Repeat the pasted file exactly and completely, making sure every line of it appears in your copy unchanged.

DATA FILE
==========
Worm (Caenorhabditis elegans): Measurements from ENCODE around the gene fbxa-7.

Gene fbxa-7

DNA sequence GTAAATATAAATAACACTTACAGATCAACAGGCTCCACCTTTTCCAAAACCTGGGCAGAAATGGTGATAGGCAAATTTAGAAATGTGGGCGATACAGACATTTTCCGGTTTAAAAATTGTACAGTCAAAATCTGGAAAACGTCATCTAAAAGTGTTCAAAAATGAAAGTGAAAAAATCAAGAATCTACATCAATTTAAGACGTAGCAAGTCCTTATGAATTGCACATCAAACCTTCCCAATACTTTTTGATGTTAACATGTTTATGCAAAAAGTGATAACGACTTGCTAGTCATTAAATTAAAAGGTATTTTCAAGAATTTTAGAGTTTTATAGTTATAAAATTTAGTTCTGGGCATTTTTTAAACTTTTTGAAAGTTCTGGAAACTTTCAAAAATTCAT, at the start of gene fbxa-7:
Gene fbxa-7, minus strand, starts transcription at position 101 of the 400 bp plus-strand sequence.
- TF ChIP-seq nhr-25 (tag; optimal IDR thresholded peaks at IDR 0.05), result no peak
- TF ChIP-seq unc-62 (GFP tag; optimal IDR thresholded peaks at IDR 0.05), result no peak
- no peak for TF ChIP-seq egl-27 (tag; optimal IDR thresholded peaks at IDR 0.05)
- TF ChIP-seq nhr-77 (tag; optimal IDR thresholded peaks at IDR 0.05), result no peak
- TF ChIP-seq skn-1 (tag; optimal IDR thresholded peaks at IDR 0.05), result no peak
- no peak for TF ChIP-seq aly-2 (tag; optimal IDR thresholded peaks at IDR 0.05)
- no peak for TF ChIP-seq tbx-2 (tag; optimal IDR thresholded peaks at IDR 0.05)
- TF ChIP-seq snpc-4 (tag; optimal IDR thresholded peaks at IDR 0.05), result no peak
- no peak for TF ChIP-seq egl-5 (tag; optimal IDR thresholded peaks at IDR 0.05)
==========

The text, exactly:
Worm (Caenorhabditis elegans): Measurements from ENCODE around the gene fbxa-7.

Gene fbxa-7

DNA sequence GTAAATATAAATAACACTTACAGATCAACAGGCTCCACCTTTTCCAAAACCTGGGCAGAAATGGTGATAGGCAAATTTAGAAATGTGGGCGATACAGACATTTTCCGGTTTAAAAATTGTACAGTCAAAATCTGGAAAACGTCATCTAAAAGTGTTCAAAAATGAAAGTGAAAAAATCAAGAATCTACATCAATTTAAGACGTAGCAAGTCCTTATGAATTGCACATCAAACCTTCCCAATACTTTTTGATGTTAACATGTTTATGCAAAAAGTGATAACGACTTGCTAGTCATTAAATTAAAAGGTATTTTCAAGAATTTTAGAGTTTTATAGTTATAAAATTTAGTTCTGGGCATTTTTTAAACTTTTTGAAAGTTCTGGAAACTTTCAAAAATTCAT, at the start of gene fbxa-7:
Gene fbxa-7, minus strand, starts transcription at position 101 of the 400 bp plus-strand sequence.
- TF ChIP-seq nhr-25 (tag; optimal IDR thresholded peaks at IDR 0.05), result no peak
- TF ChIP-seq unc-62 (GFP tag; optimal IDR thresholded peaks at IDR 0.05), result no peak
- no peak for TF ChIP-seq egl-27 (tag; optimal IDR thresholded peaks at IDR 0.05)
- TF ChIP-seq nhr-77 (tag; optimal IDR thresholded peaks at IDR 0.05), result no peak
- TF ChIP-seq skn-1 (tag; optimal IDR thresholded peaks at IDR 0.05), result no peak
- no peak for TF ChIP-seq aly-2 (tag; optimal IDR thresholded peaks at IDR 0.05)
- no peak for TF ChIP-seq tbx-2 (tag; optimal IDR thresholded peaks at IDR 0.05)
- TF ChIP-seq snpc-4 (tag; optimal IDR thresholded peaks at IDR 0.05), result no peak
- no peak for TF ChIP-seq egl-5 (tag; optimal IDR thresholded peaks at IDR 0.05)